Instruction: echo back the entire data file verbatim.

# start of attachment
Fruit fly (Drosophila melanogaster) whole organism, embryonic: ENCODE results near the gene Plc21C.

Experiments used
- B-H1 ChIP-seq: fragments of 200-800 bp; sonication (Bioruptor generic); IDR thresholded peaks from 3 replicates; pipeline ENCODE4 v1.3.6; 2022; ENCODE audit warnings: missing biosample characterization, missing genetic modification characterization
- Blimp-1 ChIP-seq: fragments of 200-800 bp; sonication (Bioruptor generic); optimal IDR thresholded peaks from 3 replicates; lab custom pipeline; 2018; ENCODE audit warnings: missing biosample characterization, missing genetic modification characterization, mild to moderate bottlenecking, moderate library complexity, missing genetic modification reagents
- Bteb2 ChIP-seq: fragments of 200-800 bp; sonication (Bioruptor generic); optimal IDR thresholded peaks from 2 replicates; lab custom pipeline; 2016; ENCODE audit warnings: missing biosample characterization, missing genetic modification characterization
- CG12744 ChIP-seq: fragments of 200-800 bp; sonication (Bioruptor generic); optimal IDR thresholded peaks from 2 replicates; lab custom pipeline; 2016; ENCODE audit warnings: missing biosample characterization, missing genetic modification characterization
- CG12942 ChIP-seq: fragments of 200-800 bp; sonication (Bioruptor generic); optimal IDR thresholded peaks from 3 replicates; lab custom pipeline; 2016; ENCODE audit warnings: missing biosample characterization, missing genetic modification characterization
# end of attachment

Fruit fly (Drosophila melanogaster) whole organism, embryonic: ENCODE results near the gene Plc21C.

Experiments used
- B-H1 ChIP-seq: fragments of 200-800 bp; sonication (Bioruptor generic); IDR thresholded peaks from 3 replicates; pipeline ENCODE4 v1.3.6; 2022; ENCODE audit warnings: missing biosample characterization, missing genetic modification characterization
- Blimp-1 ChIP-seq: fragments of 200-800 bp; sonication (Bioruptor generic); optimal IDR thresholded peaks from 3 replicates; lab custom pipeline; 2018; ENCODE audit warnings: missing biosample characterization, missing genetic modification characterization, mild to moderate bottlenecking, moderate library complexity, missing genetic modification reagents
- Bteb2 ChIP-seq: fragments of 200-800 bp; sonication (Bioruptor generic); optimal IDR thresholded peaks from 2 replicates; lab custom pipeline; 2016; ENCODE audit warnings: missing biosample characterization, missing genetic modification characterization
- CG12744 ChIP-seq: fragments of 200-800 bp; sonication (Bioruptor generic); optimal IDR thresholded peaks from 2 replicates; lab custom pipeline; 2016; ENCODE audit warnings: missing biosample characterization, missing genetic modification characterization
- CG12942 ChIP-seq: fragments of 200-800 bp; sonication (Bioruptor generic); optimal IDR thresholded peaks from 3 replicates; lab custom pipeline; 2016; ENCODE audit warnings: missing biosample characterization, missing genetic modification characterization